Sunday, August 24, 2014

Bientensla -- Dutch Beet Salad

Two "flinke" beets
Two "flinke" beets  --  thus begins the recipe in Grandma Vanden Bergh's 1920's Dutch cookbook for Beet Salad  -- Bientensla. The adjective can be translated here as "extra large," or "of substantial size."

The rest of the recipe calls for:

3 tablespoons vinegar
2 tablespoons salad oil
1 teaspoon sugar
chopped onion or leek
salt and pepper to taste

I used beets that I purchased at a local farmers' market. The preparation is described as follows:

- Wash the beets thoroughly.
- Cook them in ample water, with salt for about three hours [!]
- Remove the skin; let them cool, and cut in slices or cubes.
- Mix with the oil, vinegar, sugar, salt, and pepper, and if desired, the chopped onion or leek.
- Serve the salad with cold meat or cold cooked fish.

Beet Salad - 1922 Recipe

This is the simplest of the recipes for beet salad in my three Dutch cookbooks. I found that the huge beets cooked for a lengthy time (I only boiled them for half the time indicated in the recipe) did not have much flavor on their own, and a larger number of smaller beets may have produced a tastier dish.

Mom's 1961 cookbook included a slightly different recipe for beet salad, which called for six beets, six boiled potatoes, four hard-cooked eggs, two apples, and three large sour pickles. The dressing was either mayonnaise or oil and vinegar, "if [the mayonnaise] is considered to be too nourishing."

This version was also suggested to be served alongside cold meat.

In good frugal Dutch fashion, I used the leftovers from the first recipe to try this one out as well, although I omitted the apples and pickles. Of course, the potatoes and egg turned a pleasing shade of pink when they came into contact with the beet juice.

Beet Salad  -  1961 Recipe

My modern Dutch cookbook adds even more ingredients to the mix  --  300 grams of corned beef. In this version, the beets and apples are grated, and the mixture is served on a bed of lettuce leaves, with a slice of white bread to round out the meal.

I think I like the oldest recipe best, and would prefer to have the meat and potatoes separately. Whichever way you prefer your bietensla, eet smakelijk  --  enjoy your meal!

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Language note:  My Essential Dutch Dictionary translates the Dutch word flink(e) as "tough, capable, considerable."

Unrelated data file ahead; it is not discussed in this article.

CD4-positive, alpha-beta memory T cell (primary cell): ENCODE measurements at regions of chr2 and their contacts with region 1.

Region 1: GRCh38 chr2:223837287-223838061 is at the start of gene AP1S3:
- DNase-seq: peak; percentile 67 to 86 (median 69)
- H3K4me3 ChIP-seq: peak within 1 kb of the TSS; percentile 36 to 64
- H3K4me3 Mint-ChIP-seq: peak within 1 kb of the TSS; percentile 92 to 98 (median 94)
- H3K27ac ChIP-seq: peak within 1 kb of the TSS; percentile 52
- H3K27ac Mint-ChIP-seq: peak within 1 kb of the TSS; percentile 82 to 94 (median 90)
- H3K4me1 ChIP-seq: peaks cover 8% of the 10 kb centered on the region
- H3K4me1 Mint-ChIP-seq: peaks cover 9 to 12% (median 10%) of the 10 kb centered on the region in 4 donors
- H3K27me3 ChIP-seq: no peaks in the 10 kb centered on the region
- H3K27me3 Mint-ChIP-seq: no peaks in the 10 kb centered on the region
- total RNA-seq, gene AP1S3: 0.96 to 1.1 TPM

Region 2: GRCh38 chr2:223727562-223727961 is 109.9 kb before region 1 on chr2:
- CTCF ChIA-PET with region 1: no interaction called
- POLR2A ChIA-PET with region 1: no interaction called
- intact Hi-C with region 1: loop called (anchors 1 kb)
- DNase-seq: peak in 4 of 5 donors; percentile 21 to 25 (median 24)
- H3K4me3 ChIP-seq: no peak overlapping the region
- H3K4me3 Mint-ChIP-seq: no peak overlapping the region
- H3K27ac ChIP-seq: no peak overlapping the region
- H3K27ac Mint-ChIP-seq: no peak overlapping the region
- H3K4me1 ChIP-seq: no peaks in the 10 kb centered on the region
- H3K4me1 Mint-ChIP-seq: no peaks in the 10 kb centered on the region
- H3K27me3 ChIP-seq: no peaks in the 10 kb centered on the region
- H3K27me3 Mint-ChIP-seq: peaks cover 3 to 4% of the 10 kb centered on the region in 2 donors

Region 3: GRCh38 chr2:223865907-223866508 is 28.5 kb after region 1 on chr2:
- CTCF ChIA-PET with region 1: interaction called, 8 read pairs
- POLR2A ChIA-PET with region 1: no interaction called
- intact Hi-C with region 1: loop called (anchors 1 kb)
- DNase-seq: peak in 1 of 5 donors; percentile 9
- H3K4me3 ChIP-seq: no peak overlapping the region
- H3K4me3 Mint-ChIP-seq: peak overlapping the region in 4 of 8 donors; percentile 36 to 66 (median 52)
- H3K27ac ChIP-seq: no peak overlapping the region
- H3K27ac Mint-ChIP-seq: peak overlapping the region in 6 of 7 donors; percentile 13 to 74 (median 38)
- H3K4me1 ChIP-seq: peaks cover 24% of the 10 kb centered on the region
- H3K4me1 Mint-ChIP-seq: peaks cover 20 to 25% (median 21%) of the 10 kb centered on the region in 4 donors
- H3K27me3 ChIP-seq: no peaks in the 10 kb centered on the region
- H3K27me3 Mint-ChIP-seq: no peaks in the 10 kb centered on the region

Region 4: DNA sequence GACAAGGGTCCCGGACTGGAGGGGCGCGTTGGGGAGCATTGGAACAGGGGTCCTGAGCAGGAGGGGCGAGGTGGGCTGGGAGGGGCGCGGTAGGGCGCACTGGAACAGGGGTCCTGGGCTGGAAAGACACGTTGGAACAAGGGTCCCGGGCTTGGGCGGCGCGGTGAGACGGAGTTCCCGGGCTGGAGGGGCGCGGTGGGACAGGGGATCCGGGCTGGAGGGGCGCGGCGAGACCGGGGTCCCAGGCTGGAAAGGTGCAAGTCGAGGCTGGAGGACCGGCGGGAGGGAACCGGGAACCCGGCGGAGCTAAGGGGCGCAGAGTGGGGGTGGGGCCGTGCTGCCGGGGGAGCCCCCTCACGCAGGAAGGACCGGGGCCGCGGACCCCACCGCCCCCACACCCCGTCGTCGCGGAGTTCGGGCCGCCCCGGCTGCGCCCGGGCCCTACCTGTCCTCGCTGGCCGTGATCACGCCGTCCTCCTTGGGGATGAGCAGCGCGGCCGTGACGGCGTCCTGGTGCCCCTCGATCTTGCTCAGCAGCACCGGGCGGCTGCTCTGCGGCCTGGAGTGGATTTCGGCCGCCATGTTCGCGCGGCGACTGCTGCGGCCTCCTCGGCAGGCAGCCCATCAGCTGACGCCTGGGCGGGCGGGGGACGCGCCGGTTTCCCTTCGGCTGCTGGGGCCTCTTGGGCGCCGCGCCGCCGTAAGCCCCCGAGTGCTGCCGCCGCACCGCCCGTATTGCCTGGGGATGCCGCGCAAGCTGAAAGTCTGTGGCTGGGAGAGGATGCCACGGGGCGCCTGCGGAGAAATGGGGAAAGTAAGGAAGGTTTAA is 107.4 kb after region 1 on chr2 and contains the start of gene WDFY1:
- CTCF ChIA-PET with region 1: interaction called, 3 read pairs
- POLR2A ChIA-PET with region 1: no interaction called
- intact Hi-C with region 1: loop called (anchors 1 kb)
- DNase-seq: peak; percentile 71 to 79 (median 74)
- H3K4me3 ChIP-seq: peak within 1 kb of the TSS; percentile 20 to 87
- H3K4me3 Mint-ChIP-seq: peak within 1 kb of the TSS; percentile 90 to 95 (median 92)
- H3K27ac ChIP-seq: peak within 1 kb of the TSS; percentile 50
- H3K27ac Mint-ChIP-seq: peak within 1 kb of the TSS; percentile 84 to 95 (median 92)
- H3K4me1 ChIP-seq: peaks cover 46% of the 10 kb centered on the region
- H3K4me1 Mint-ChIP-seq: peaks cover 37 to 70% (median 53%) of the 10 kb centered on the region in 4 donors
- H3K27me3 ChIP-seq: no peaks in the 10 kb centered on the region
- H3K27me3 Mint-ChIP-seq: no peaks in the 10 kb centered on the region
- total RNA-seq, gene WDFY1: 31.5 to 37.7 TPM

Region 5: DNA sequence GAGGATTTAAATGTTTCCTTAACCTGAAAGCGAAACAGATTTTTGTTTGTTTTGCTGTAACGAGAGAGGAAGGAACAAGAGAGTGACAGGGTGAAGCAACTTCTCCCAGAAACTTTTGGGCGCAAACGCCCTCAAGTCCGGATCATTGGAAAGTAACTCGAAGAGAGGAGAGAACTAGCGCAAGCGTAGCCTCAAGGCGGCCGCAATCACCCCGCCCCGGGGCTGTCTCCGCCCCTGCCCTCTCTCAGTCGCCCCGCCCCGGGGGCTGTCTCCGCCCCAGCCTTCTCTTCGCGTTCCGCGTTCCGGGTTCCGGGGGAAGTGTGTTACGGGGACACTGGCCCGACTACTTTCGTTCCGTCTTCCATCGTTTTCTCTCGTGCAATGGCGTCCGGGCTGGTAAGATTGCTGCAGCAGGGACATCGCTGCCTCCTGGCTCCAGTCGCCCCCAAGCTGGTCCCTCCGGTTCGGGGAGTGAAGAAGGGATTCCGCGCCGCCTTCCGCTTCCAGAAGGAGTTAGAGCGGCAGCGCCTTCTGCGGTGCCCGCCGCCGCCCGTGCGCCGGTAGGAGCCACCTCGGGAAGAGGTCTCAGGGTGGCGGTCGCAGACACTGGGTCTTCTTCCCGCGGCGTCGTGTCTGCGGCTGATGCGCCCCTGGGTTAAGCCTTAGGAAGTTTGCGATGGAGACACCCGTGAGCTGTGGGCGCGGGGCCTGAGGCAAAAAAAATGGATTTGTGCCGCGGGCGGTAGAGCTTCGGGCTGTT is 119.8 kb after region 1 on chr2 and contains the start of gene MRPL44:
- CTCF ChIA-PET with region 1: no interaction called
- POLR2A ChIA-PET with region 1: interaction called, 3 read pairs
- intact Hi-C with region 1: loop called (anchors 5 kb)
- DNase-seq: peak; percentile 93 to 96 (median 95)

Mom's 1967 Cassell's Dutch-English Dictionary (first copyrighted in 1923, a year after Grandma's cookbook was published) gives a range of meanings for different contexts. Here are a few:

For objects:
     good (walk, number, size)
     considerable (sum)
     substantial (progress)
     thorough (overhaul)

For people:
     sturdy, stout, lusty, robust, strapping, stalwart, hardy, energetic

I love this versatile Dutch word flink(e) --  so useful for describing people or things!

Sunday, August 10, 2014

Three Generations of Dutch Cookbooks

Another Dutch cookbook has turned up in the family archives! It belonged to my mother, and is entitled "The Art of Dutch Cooking, or How the Dutch Treat." It was published in 1961, forty years after my grandmother's old Dutch cookbook.

The book bears an inscription by my sister: "To Mom - in the year of her European travels, 1971." Indeed, that was the year that Mom and two of her sisters traveled to France and the Netherlands, where they were able to meet up with a number of aunts, uncles, and cousins. It was quite a thrill for my mother to see the very neighborhood where her own mother grew up.

I have added the book to my collection alongside Grandma's 1920's "Eenvoudige Berekende Recepten" and my modern "Deliciously Dutch," by Marijke Sterk, which I purchased in the Netherlands three years ago.

"The Art of Dutch Cooking" was written by Cornelia, Countess van Limburg Stirum. A black-and-white photograph on the endflap shows her in profile  --  a woman of a certain age, with a slight Mona Lisa-like smile, demurely glancing downward, with wavy hair and a stylishly-tied scarf (for 1960) around her neck.

Information about the author indicates that the Countess "learned to cook entirely on her own, when she was stranded on a houseboat during the war [World War II] with her three young sons. A widow, she enjoys surprising her guests with new recipes, and has published three highly successful cookbooks in Dutch."

The volume is illustrated with drawings done by the Countess herself, including a charming watercolor on the cover, which shows a typical Dutch scene of canal houses and people enjoying a treat of fresh herring.

I am curious to learn more about this mysterious Countess, and to try out some of her recipes and compare them with the older and newer ones. Did the Countess possibly have a copy of "Eenvoudige Berekende Recepten" with her on that houseboat? What perennial recipes have come down since earlier times, and how may they have been adapted to meet more modern tastes? Another phase of my research is about to begin!